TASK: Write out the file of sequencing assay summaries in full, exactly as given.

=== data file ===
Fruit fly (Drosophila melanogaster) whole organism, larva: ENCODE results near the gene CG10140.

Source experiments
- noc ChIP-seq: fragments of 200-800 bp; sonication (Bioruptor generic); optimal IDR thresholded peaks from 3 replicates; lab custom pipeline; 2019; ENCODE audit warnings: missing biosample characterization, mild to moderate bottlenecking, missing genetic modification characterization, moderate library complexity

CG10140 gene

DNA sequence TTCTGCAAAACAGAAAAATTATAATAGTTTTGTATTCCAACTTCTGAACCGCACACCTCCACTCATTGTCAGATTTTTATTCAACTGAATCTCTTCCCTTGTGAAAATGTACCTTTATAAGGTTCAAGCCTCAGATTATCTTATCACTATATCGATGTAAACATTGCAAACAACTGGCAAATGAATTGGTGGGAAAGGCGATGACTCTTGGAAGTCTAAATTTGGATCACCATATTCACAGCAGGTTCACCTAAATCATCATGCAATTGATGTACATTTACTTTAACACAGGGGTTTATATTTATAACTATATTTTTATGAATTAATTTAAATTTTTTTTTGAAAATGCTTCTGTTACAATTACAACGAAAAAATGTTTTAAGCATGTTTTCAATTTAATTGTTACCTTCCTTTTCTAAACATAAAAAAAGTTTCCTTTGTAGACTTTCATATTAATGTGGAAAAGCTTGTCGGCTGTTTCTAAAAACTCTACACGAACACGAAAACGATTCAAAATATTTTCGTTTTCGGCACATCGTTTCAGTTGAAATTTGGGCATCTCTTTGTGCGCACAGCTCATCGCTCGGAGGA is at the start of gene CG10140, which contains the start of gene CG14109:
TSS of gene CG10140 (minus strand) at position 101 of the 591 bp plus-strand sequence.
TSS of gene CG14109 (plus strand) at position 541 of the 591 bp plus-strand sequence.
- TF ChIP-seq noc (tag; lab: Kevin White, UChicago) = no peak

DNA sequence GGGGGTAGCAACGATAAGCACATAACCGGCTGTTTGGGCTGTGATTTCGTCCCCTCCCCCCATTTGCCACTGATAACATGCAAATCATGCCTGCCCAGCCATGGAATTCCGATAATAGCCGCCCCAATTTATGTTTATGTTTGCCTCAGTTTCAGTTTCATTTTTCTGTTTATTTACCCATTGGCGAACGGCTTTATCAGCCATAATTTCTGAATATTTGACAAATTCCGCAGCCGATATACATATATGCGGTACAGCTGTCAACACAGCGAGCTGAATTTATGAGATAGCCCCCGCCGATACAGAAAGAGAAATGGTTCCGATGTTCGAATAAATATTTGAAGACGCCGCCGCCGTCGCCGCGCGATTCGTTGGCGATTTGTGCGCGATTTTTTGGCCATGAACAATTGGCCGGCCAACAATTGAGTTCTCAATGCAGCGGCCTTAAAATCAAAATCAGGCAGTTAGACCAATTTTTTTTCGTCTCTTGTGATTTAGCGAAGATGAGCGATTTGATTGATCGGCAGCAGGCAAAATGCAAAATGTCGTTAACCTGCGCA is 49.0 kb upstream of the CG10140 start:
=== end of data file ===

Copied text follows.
Fruit fly (Drosophila melanogaster) whole organism, larva: ENCODE results near the gene CG10140.

Source experiments
- noc ChIP-seq: fragments of 200-800 bp; sonication (Bioruptor generic); optimal IDR thresholded peaks from 3 replicates; lab custom pipeline; 2019; ENCODE audit warnings: missing biosample characterization, mild to moderate bottlenecking, missing genetic modification characterization, moderate library complexity

CG10140 gene

DNA sequence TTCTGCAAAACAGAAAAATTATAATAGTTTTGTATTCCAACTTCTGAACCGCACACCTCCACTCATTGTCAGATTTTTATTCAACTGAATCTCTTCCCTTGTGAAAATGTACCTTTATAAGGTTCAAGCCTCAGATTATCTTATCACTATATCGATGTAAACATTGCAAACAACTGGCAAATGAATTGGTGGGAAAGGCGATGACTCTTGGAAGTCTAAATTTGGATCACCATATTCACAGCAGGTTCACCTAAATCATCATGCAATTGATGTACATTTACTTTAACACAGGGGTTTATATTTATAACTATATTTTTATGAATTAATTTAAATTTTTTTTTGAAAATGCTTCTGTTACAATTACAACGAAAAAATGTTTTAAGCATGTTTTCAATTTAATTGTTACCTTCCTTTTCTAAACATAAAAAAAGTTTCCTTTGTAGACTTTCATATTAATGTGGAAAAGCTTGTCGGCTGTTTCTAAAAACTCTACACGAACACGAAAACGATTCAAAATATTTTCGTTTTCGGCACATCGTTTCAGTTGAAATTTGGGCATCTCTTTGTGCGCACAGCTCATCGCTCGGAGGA is at the start of gene CG10140, which contains the start of gene CG14109:
TSS of gene CG10140 (minus strand) at position 101 of the 591 bp plus-strand sequence.
TSS of gene CG14109 (plus strand) at position 541 of the 591 bp plus-strand sequence.
- TF ChIP-seq noc (tag; lab: Kevin White, UChicago) = no peak

DNA sequence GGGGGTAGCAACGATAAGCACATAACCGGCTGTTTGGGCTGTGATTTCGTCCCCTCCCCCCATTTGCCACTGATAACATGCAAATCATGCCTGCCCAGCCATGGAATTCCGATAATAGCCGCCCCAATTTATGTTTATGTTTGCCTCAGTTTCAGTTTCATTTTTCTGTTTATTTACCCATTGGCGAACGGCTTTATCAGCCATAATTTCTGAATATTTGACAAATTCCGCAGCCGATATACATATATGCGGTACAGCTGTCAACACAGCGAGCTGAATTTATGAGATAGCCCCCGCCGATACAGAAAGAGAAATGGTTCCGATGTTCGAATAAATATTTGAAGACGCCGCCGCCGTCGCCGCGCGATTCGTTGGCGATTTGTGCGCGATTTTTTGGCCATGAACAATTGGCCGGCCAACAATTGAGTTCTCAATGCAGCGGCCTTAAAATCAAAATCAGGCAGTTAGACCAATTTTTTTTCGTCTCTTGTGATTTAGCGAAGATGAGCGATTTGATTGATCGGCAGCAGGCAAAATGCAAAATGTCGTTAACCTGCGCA is 49.0 kb upstream of the CG10140 start: